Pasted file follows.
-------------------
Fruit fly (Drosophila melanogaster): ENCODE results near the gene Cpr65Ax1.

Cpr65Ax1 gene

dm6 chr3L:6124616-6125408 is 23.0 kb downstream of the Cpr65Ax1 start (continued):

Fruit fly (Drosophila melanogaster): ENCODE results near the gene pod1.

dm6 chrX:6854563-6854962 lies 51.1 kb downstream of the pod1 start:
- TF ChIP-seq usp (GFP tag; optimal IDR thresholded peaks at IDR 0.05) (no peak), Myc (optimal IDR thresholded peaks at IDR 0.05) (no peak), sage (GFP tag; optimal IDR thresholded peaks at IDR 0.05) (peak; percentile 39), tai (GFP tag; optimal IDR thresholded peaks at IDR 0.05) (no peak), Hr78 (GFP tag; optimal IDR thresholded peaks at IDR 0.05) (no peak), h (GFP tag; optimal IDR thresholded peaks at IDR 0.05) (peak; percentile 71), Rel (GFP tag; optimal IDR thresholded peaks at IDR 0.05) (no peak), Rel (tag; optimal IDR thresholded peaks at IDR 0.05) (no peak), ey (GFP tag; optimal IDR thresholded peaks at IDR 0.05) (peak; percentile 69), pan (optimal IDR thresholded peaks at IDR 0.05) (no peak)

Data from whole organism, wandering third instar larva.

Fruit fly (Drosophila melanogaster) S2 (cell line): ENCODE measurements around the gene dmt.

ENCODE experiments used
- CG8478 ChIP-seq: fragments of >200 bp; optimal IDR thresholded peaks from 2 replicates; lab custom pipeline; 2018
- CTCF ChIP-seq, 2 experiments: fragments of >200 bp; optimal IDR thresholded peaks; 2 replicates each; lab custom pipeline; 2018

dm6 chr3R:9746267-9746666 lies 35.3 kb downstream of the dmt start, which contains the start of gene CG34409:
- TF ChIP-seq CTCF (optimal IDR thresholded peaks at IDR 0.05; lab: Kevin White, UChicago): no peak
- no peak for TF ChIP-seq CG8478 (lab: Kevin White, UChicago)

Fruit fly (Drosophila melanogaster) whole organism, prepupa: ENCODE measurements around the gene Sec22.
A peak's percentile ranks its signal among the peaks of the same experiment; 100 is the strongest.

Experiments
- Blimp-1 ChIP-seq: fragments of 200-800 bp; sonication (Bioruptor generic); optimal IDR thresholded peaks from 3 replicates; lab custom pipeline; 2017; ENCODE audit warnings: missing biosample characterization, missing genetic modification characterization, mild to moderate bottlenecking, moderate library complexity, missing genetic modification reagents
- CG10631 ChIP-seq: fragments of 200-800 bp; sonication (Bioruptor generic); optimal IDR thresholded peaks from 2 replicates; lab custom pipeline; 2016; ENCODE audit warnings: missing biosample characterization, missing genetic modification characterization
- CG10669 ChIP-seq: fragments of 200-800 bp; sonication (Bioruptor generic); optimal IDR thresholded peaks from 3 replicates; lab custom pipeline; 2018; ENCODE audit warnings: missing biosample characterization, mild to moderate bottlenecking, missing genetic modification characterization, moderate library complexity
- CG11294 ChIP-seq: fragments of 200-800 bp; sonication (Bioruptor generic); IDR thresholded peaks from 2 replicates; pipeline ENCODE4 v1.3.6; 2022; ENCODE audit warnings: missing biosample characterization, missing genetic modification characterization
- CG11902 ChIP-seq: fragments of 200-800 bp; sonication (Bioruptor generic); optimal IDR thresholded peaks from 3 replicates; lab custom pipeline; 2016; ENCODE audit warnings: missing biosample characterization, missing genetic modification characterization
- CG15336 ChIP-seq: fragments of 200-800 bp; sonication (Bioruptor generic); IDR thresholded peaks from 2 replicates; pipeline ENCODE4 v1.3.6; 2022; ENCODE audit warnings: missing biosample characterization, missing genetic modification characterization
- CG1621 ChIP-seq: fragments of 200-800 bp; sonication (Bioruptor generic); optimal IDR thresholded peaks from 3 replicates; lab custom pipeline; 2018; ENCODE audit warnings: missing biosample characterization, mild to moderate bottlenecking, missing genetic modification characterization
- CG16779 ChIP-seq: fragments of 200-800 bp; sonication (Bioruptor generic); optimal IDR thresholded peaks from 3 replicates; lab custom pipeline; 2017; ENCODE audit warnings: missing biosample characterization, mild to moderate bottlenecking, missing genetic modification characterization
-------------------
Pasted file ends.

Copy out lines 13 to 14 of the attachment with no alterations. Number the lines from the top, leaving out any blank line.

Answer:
- TF ChIP-seq CTCF (optimal IDR thresholded peaks at IDR 0.05; lab: Kevin White, UChicago): no peak
- no peak for TF ChIP-seq CG8478 (lab: Kevin White, UChicago)